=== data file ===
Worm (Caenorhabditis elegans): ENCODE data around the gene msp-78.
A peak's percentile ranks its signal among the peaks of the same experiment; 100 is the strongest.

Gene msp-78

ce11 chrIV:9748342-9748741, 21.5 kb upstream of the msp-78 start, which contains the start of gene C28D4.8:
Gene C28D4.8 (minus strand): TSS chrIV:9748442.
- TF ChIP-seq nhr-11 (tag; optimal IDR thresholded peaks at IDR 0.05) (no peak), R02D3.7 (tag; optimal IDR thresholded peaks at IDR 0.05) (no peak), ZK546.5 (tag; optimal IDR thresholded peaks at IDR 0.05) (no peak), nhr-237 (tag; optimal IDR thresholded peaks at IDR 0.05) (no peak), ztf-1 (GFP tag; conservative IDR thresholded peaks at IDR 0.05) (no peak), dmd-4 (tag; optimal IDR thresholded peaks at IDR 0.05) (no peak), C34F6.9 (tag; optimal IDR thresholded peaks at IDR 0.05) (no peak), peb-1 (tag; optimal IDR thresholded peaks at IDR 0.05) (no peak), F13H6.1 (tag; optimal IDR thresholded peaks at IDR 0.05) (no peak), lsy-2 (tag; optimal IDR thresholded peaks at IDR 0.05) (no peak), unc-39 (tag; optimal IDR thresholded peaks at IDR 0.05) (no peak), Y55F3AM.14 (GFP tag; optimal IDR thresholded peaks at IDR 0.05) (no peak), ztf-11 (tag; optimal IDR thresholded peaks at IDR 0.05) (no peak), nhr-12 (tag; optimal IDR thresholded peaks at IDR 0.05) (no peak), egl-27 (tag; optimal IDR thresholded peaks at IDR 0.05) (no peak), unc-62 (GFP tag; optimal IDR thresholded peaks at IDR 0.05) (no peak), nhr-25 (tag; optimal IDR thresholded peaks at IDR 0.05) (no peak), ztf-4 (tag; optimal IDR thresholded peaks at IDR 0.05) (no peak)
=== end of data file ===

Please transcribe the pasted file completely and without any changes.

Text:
Worm (Caenorhabditis elegans): ENCODE data around the gene msp-78.
A peak's percentile ranks its signal among the peaks of the same experiment; 100 is the strongest.

Gene msp-78

ce11 chrIV:9748342-9748741, 21.5 kb upstream of the msp-78 start, which contains the start of gene C28D4.8:
Gene C28D4.8 (minus strand): TSS chrIV:9748442.
- TF ChIP-seq nhr-11 (tag; optimal IDR thresholded peaks at IDR 0.05) (no peak), R02D3.7 (tag; optimal IDR thresholded peaks at IDR 0.05) (no peak), ZK546.5 (tag; optimal IDR thresholded peaks at IDR 0.05) (no peak), nhr-237 (tag; optimal IDR thresholded peaks at IDR 0.05) (no peak), ztf-1 (GFP tag; conservative IDR thresholded peaks at IDR 0.05) (no peak), dmd-4 (tag; optimal IDR thresholded peaks at IDR 0.05) (no peak), C34F6.9 (tag; optimal IDR thresholded peaks at IDR 0.05) (no peak), peb-1 (tag; optimal IDR thresholded peaks at IDR 0.05) (no peak), F13H6.1 (tag; optimal IDR thresholded peaks at IDR 0.05) (no peak), lsy-2 (tag; optimal IDR thresholded peaks at IDR 0.05) (no peak), unc-39 (tag; optimal IDR thresholded peaks at IDR 0.05) (no peak), Y55F3AM.14 (GFP tag; optimal IDR thresholded peaks at IDR 0.05) (no peak), ztf-11 (tag; optimal IDR thresholded peaks at IDR 0.05) (no peak), nhr-12 (tag; optimal IDR thresholded peaks at IDR 0.05) (no peak), egl-27 (tag; optimal IDR thresholded peaks at IDR 0.05) (no peak), unc-62 (GFP tag; optimal IDR thresholded peaks at IDR 0.05) (no peak), nhr-25 (tag; optimal IDR thresholded peaks at IDR 0.05) (no peak), ztf-4 (tag; optimal IDR thresholded peaks at IDR 0.05) (no peak)